The Federal Reserve System (FRS) is the central bank of the United States created by Congress and consisting of a seven member Board of Governors in Washington, D.C., 12 regional Reserve Banks, and depository institutions that are subject to reserve requirements.
All national banks are members; state-chartered banks may elect to become members, and state members are supervised by the Board of Governors and the Reserve Banks. Reserve requirements established by the Federal Reserve Board apply to nonmember depository institutions as well as member banks. Both classes of institutions are given access to Federal Reserve discount borrowing privileges and Federal Reserve services on an equal basis.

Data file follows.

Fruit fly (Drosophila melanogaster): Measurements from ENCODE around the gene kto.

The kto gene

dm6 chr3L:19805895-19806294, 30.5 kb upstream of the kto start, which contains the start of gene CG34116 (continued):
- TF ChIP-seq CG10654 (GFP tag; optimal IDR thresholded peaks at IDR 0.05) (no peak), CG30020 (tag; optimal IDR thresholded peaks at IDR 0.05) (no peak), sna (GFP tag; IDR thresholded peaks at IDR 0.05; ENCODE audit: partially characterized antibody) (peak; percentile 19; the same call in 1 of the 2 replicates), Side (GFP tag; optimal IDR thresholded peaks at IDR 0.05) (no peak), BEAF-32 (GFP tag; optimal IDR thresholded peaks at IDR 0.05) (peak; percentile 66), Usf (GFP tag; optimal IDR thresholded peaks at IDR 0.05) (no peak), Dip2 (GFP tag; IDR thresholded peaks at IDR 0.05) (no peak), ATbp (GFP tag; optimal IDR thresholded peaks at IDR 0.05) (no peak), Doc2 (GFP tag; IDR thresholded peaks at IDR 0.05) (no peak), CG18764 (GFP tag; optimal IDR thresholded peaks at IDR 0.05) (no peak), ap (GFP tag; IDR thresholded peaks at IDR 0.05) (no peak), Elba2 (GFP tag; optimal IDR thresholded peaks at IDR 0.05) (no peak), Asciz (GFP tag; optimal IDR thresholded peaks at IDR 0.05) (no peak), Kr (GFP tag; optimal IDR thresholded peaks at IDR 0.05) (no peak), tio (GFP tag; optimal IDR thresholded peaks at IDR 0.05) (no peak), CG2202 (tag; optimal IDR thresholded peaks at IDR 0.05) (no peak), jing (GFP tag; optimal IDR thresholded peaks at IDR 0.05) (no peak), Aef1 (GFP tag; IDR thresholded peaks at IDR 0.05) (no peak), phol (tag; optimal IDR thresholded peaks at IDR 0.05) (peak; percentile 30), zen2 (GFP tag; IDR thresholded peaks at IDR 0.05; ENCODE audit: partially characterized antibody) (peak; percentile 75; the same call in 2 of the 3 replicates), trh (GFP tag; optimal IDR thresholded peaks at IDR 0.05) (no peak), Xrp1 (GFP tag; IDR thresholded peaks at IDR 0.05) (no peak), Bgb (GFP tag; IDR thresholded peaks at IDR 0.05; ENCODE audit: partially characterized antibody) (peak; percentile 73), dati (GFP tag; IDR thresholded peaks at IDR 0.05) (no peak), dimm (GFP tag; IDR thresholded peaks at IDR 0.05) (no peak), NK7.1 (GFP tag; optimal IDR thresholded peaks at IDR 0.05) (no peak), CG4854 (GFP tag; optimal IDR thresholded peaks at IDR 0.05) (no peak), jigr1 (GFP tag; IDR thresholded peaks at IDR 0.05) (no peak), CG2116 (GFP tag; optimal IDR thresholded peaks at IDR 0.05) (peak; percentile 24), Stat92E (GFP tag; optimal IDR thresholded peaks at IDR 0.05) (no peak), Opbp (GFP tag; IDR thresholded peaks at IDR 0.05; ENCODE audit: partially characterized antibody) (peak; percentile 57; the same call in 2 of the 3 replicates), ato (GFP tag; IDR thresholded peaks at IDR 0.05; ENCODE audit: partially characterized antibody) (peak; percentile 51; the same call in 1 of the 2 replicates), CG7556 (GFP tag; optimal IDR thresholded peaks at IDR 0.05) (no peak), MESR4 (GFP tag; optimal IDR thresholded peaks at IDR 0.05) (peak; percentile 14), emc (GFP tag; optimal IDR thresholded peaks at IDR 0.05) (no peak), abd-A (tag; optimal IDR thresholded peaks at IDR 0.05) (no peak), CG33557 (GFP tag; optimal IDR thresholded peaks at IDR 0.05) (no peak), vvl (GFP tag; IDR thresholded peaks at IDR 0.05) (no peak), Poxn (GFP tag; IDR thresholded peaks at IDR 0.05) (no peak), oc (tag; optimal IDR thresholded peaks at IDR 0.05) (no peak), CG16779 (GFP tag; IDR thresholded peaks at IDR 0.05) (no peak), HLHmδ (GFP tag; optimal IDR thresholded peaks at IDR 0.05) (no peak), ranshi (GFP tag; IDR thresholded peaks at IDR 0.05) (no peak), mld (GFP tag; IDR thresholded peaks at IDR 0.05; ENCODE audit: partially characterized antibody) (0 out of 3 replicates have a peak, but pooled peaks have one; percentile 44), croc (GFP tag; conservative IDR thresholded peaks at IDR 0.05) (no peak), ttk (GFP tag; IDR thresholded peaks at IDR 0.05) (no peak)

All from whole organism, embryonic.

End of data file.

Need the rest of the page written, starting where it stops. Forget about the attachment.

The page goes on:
The FRS examines and supervises State member banks and bank holding companies. It establishes reserve requirements for members and nonmembers, distributes currency and coin, assists in the processing and clearing of checks for both member and non-member institutions, and acts as the fiscal agent for the Federal Government. FRS services are paid for by the users.